A simples guide

Iceland travel insurance

Yes, if you’re planning a trip to the ‘land of the midnight sun’ you need to take out travel insurance before you go just as if you were visiting any other country. Travel insurance is strongly recommended to cover the costs associated with any medical issues that might arise when you’re in Iceland, or to provide cover should you miss your flight or your personal possessions become lost or stolen.

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Are there any special considerations to take before visiting Iceland?

Iceland is not on the main European continental landmass, nor is the country a member of the European Union (EU). However, it will be classed as part of Europe for the purposes of taking out travel insurance, which should help keep your premiums down.

The European Health Insurance Card (EHIC) provides some limited access to medical services in Iceland, as the country is a member of the European Economic Area (EEA). However, having an EHIC should never be regarded as a substitute for having effective travel insurance. For example, it does not cover the costs of an early return journey to the UK should your medical condition require this.

Iceland has more than 30 active volcanoes, which is a significant number for such a small country. Many insurance providers do not provide cover for transport problems caused by volcanic ash, while others do cover it but as an add-on which requires payment of an additional premium. If you’re due to visit Iceland, you might therefore want to look for a policy which does cover ash disruption.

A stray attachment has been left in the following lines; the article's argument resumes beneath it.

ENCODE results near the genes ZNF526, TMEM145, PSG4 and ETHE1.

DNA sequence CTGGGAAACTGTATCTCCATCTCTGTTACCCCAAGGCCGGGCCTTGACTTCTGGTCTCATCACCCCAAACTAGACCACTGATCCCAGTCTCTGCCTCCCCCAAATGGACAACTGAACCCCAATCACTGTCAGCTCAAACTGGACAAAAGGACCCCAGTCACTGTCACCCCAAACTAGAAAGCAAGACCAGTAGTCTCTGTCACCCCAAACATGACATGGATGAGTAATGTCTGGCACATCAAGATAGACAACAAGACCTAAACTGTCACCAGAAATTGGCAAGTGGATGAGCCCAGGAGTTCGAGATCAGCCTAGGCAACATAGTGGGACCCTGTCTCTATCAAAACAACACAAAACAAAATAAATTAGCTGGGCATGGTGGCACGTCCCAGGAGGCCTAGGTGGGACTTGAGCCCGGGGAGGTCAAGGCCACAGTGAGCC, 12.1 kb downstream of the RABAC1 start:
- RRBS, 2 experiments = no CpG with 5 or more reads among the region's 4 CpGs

Research by the Daily Telegraph in 2013 found that only three of 15 insurance providers it surveyed covered volcanic ash as standard. At that time the typical extra premium to have this covered could be up to £10.

Many people go to Iceland for outdoor pursuits, such as hiking, climbing or skiing. If you’re travelling for this reason, you must make sure that the travel insurance you buy covers you for these activities should you become injured.

Cultural information regarding Iceland

Iceland is one of the world’s most volcanically active countries, as mentioned above, and you need to be aware that your holiday may be disrupted in some way if an eruption event or an earthquake occurs while you’re there. You should ensure you keep in touch with the news while you’re in the country, and follow the instructions of the authorities should anything of this nature occur. The eruption of a volcano in Iceland back in 2010 grounded flights over a large part of Europe for almost a week.

Iceland is a very northerly country, and its weather can be very severe at any time of the year. You need to be prepared for the fact that the weather might disrupt your holiday in some way, and again you should follow the advice of the authorities. This is especially so if you have outdoor activities planned during your holiday – outdoor pursuits can become dangerous during severe weather.

As it is an EEA member state, you can drive in Iceland using your UK driving licence.

The Icelandic police can be very severe on any form of drug offence, so avoid illegal substances at all costs.

Iceland has no public railway network, unlike almost all other European countries, so if you don’t have access to a hire car, you could be reliant on buses to get around.

Due to its northerly location, it has almost 24 hours of daylight in midsummer and almost no daylight in midwinter.

You can visit Iceland for up to three months as a UK national without having a visa – your UK passport will suffice.

The official language is Icelandic, but English is widely spoken.

Iceland does not have a high crime rate, but petty crime and theft can occur anywhere, especially in urban areas.

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